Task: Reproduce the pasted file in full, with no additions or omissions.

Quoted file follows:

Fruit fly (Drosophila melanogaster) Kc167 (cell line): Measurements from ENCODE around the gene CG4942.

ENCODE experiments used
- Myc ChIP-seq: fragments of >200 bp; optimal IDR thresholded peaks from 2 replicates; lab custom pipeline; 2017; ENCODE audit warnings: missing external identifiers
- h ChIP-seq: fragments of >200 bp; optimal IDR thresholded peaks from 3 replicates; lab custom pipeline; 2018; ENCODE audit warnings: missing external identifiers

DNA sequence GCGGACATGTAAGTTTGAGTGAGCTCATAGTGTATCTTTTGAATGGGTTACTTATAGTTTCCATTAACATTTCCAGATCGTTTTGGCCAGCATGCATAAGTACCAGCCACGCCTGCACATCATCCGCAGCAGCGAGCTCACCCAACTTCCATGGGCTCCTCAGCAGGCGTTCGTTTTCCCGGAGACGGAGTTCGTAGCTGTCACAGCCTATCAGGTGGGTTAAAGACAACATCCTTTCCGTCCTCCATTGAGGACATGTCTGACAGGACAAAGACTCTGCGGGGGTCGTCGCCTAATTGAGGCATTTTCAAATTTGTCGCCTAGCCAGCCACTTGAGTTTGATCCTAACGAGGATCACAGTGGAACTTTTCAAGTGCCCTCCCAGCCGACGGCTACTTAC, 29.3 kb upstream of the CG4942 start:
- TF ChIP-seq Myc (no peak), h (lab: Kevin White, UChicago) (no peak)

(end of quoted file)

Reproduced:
Fruit fly (Drosophila melanogaster) Kc167 (cell line): Measurements from ENCODE around the gene CG4942.

ENCODE experiments used
- Myc ChIP-seq: fragments of >200 bp; optimal IDR thresholded peaks from 2 replicates; lab custom pipeline; 2017; ENCODE audit warnings: missing external identifiers
- h ChIP-seq: fragments of >200 bp; optimal IDR thresholded peaks from 3 replicates; lab custom pipeline; 2018; ENCODE audit warnings: missing external identifiers

DNA sequence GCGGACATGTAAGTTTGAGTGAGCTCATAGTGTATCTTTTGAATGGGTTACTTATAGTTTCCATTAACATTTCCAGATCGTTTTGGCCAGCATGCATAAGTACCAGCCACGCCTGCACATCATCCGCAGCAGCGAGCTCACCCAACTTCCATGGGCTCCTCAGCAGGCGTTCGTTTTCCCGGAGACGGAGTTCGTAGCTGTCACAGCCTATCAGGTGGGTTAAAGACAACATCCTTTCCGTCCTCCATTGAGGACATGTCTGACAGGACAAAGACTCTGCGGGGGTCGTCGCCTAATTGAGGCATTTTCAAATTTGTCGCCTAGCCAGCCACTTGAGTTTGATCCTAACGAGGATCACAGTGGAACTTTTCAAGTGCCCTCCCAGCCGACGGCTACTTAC, 29.3 kb upstream of the CG4942 start:
- TF ChIP-seq Myc (no peak), h (lab: Kevin White, UChicago) (no peak)